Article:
An external validation implies performing testing using data that differ completely from those for the internal validation used to develop the AI model. In most cases of DL-based AI models, the number of parameters is significant, and occasionally exceeds the number of study subjects. For example, ResNet-152, a popular DL model with outstanding performance for image classification, comprises 60 million parameters.[11] Hence, the DL model might overfit the training data during internal validation; if data extracted from a certain patient belong to both training and test data for the internal validation, then the developed DL model will identify the patient rather than detecting target disease, thereby resulting in an overestimated performance—this is not guaranteed in real-world applications.

Conducting an external validation implies not only separating data for the internal validation, but also confirming the performance for data in a different environment. Wolpert and Macready explained the 'no free lunch' theorem: if AI is optimized for a specific situation, then it cannot yield favourable results in a different situation.[12] For an accurate validation, the data should be split by hospital or region. Although the populations investigated by Cohen-Shelly et al. were from Minnesota, Arizona, and Florida, the data were mixed before they were assigned to training and validation data.[2] Absence of external validation might result in an overestimated performance because the training and test data were not distinctly different. Hence, further studies are needed for external validation such that the developed AI model can be applied across regions and hospitals.

The other disadvantage of DL is that, currently, it cannot unveil the DL decision process, i.e. the black box. In other words, although a DL model can be developed by fitting each coefficient, we cannot specifically interpret the decision process of the model. Based on the study by Cohen-Shelly et al., although we can infer that the TP interval is important through a saliency map, characteristics of the TP interval that are related to AS could not be identified.[2] Moreover, we could not determine why the DL model did not use the ECG features of left ventricular hypertrophy for detecting AS. As the DL model might make an unreasonable decision, the lack of interpretability of the DL model hinders its clinical use significantly. Because the process and reason related to the wrong decision of the DL model could not be determined, we could not monitor or rectify the model risk that might cause medical errors. Because of this, a safety net is required when using DL in clinical applications. To detect critical errors of the DL model, conventional methods and DL models must be used simultaneously. For example, when we used AI-enabled ECG to screen for AS, conventional methods, such as detailed history taking, careful auscultation, and cardiologist consultation, were needed. Recently, several studies have been conducted to understand the decision-making process of DL, and explainable AI in the field of medicine would continue to evolve.[13]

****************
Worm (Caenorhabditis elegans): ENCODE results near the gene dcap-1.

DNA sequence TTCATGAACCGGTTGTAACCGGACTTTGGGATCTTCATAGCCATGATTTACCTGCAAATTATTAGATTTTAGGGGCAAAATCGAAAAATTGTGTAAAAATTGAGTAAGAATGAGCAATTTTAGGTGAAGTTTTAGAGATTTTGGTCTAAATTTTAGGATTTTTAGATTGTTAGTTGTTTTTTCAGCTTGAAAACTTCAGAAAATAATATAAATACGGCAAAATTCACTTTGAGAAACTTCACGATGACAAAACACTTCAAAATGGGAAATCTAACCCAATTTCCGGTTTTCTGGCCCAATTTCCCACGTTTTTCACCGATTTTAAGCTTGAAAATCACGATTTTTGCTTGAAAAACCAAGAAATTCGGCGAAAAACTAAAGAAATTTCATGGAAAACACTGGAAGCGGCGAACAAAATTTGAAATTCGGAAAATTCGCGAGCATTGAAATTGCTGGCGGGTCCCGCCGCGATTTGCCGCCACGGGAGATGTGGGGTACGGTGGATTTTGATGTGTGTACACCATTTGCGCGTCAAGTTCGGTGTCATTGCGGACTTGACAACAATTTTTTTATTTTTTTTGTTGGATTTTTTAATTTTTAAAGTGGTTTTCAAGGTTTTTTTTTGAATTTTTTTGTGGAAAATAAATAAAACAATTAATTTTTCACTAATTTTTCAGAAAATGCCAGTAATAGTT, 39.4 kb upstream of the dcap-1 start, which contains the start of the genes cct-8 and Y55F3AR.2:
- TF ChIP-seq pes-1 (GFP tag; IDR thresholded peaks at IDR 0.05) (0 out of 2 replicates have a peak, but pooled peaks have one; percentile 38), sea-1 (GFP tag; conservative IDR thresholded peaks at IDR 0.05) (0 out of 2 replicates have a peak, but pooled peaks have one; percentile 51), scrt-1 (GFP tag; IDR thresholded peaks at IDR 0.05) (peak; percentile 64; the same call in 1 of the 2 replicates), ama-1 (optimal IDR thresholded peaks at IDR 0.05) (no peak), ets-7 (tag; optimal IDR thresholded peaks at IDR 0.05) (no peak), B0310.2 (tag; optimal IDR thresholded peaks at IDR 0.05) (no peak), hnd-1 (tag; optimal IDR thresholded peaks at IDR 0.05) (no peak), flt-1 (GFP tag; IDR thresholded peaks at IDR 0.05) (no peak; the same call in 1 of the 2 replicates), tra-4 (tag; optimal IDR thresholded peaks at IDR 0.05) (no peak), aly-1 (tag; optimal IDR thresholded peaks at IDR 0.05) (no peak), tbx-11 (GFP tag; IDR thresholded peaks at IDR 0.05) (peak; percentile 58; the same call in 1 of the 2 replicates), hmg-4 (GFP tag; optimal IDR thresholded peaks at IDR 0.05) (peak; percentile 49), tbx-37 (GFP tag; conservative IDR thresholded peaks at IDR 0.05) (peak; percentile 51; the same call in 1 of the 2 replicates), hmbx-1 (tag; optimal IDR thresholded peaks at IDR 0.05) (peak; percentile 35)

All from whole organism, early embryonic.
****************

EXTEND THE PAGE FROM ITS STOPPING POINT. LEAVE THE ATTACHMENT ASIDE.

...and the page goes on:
AI was introduced in the 1950s; since then, two AI 'winter' periods of reduced funding and interest in AI research have occurred.[14] These winter periods were due to disappointment from unsatisfactory real-world performances following extravagant endorsements of the idea that AI can solve all problems. Furthermore, unreasonable and unexplainable AI decisions contributed to the recurrence of these winter periods. It is clear that AI exhibits significant potential in the field of medicine; it can improve diagnostic accuracy and support clinical decisions for many diseases. However, the disadvantages of AI should be identified and efforts should be expended to overcome its limitations. This would enable us to continue developing AI technology for medical applications, e.g. AI based on DL for improving the early diagnosis and prevention of irreversible cardiovascular disease progression.